Dietary assessment

Participants’ dietary intakes were collected using a valid and reliable 168-item semi-quantitative food frequency questionnaire (FFQ) [33]. The FFQ listed a set of common Iranian foods with standard serving sizes. Participants were asked to express their mean dietary intake during the past year by choosing one of the following categories: never or less than once a month, 3–4 times per month, once a week, 2–4 times per week, 5–6 times per week, once daily, 2–3 times per day, 4–5 times per day, and 6 or more times a day. Portion sizes of each food item were converted into grams using standard Iranian household measures [34]. Daily energy and nutrients intake for each individual were calculated using the United States Department of Agriculture’s (USDA) Food Composition Table (FCT) [35]. The Iranian FCT was used for some traditional foods that do not exist in USDA FCT [36]. Then the consumed foods frequencies were transformed into a daily intake scale. Each serving size of dietary spinach was computed as a cup of raw spinach (30 g) and a 1/2 cup of cooked-boiled spinach (90 g) consumption, respectively (serving size calculated using USDA National Nutrient Database for Standard Reference, http://www.ars.usda.gov/ba/bhnrc/ndl).

Anthropometric measurements

An experienced dietician performed anthropometric measurements. Weight was measured via a standard digital Seca scale (made in Germany), with minimum clothes and without shoes, and recorded to the nearest 100 g. Height was measured by a mounted non-elastic tape meter in a relaxed shoulder standing position with no shoes to the nearest 0.5 cm. Body mass index (BMI) was computed as weight (kg) divided by height in square meters (m2).

Assessment of other variables

Information on other variables, including age, sex, marital status, socioeconomic status (SES), and smoking status, was collected using a standard demographic questionnaire. SES score, as an index of socioeconomic status, was calculated based on three variables, including family size (≤ 4, > 4 people), education (academic and non-academic education), and acquisition (house ownership or not). For each of these variables, participants were given a score of 1 (if their family members were ≤ 4, were academically educated, or owned a house) or given a score of 0 (if their family members were > 4, or had non-academic education, or leasehold property). The total SES score was then computed by summing up the assigned scores (minimum SES score of 0 to a maximum score of 3). Participants who had a score of 3, 2, and a sum of subjects with 1 and 0 were classified as high, moderate, and low SES, respectively.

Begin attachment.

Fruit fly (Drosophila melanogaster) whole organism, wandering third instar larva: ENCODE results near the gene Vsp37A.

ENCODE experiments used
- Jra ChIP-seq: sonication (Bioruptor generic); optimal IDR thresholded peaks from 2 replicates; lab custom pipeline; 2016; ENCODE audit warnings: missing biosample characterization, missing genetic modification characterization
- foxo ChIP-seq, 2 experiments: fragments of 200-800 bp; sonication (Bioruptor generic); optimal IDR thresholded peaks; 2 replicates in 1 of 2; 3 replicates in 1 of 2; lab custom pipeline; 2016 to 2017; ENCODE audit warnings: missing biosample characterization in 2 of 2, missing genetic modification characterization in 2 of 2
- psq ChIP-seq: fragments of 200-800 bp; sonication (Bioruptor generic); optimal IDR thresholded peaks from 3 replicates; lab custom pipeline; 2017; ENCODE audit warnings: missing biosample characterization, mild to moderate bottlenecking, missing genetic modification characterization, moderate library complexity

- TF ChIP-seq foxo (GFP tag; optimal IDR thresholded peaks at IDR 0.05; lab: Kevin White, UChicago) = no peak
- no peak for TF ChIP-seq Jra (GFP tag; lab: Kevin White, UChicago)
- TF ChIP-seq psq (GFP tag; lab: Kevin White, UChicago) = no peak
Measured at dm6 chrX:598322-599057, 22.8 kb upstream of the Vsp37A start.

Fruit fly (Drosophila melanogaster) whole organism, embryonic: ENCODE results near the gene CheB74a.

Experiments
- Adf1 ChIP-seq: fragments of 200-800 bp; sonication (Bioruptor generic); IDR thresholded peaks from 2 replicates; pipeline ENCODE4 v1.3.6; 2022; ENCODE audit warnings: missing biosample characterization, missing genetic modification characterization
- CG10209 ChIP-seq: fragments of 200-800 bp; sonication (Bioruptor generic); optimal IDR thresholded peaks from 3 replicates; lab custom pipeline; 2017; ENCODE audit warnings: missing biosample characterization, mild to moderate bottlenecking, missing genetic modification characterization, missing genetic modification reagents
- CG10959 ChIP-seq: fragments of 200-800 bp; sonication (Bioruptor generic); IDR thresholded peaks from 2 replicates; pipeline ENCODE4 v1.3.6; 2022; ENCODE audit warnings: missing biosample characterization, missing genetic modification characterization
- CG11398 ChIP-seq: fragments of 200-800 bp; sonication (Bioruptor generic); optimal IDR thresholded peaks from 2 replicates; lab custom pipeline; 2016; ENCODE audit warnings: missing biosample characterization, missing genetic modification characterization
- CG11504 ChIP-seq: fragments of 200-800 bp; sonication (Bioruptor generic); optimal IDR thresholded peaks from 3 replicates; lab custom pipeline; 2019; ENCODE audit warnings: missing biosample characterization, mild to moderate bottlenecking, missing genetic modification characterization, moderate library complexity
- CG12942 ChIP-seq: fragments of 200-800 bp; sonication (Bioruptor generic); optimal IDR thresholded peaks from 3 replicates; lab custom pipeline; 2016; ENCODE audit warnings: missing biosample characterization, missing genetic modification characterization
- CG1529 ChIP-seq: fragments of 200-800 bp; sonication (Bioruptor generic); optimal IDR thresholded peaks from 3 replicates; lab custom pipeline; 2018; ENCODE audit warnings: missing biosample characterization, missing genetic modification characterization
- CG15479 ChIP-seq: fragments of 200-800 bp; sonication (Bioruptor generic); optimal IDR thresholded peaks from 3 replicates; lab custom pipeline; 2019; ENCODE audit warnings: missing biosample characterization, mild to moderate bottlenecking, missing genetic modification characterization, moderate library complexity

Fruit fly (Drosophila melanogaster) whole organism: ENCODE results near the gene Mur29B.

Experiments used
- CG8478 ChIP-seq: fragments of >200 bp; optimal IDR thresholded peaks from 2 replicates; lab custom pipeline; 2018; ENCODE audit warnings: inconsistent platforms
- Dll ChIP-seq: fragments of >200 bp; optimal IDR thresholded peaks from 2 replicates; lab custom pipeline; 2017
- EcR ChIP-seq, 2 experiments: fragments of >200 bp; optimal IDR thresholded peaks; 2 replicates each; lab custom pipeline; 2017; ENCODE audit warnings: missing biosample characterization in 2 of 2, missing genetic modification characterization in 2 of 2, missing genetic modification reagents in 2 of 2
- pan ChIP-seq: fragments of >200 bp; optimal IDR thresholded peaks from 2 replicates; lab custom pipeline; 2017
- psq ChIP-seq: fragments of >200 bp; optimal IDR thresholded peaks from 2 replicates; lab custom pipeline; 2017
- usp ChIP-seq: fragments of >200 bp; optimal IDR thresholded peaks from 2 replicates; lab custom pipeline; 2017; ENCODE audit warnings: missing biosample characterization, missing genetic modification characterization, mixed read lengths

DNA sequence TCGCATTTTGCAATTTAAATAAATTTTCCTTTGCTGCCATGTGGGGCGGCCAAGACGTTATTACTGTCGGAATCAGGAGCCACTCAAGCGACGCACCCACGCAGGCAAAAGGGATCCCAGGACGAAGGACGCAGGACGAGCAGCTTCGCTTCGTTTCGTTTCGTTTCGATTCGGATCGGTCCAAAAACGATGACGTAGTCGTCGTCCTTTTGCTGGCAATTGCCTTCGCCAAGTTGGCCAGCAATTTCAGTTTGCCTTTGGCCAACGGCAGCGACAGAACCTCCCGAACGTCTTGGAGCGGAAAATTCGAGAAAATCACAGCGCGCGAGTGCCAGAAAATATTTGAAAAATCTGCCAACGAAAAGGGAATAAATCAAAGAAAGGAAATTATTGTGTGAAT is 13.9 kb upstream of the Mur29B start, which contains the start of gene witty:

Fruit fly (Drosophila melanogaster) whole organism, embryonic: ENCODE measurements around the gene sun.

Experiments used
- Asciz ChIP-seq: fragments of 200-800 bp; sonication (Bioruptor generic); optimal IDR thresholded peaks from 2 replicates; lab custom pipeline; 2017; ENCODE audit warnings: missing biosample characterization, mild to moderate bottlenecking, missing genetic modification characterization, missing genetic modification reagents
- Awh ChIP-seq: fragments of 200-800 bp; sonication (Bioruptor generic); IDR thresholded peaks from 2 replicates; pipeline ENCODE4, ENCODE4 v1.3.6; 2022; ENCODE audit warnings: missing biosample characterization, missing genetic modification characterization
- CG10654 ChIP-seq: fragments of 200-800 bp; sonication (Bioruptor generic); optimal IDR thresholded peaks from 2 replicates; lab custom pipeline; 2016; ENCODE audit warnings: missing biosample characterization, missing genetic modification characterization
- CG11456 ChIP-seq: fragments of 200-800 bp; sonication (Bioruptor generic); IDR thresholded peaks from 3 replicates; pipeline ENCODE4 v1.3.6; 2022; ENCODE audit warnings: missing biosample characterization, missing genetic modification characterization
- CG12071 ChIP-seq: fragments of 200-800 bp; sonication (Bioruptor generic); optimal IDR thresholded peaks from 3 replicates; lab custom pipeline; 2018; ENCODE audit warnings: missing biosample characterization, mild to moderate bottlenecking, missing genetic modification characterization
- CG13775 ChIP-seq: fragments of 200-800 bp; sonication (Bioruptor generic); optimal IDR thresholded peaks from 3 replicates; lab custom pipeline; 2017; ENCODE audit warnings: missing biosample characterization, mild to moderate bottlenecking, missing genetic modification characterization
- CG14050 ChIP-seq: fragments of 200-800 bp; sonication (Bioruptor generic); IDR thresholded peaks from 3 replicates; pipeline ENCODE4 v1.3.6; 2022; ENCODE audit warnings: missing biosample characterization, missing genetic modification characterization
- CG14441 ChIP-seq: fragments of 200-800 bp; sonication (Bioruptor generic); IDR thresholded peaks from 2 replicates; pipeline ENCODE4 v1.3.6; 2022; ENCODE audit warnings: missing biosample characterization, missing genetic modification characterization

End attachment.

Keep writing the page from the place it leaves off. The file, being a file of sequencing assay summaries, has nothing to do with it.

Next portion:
Physical activity measurement was conducted using the International Physical Activity Questionnaire (IPAQ) through face-to-face interviews. All results of the IPAQ were expressed as Metabolic Equivalents per week (METs/week).

Statistical analysis

Statistical analysis was performed using Statistical Package Software for Social Science, version 21 (SPSS Inc., Chicago, IL, USA). The normality of the data was tested using Kolmogorov-Smirnov’s test and histogram chart. Participants’ baseline characteristics and dietary intakes were expressed as mean ± SD or median (25–75 interquartile range) for quantitative variables and frequency (percentages) for qualitative variables. The data were compared between two groups by independent sample t test and chi-square for continuous and categorical variables, respectively. The logistic regression test was used for assessing the association between total, raw, and boiled dietary spinach with the odds of NAFLD. We first conducted a univariate analysis for each eventually confounding variable with the NAFLD for choosing the potential confounders. We entered the logistic regression analysis variables as confounders, whose p-value was lower than 0.20 [37]. Age and sex were not different between cases and controls. Based on the univariate analysis, the mentioned variables were not associated significantly with NAFLD; they do not change substantially in logistic regression results, so they were not adjusted in the analysis.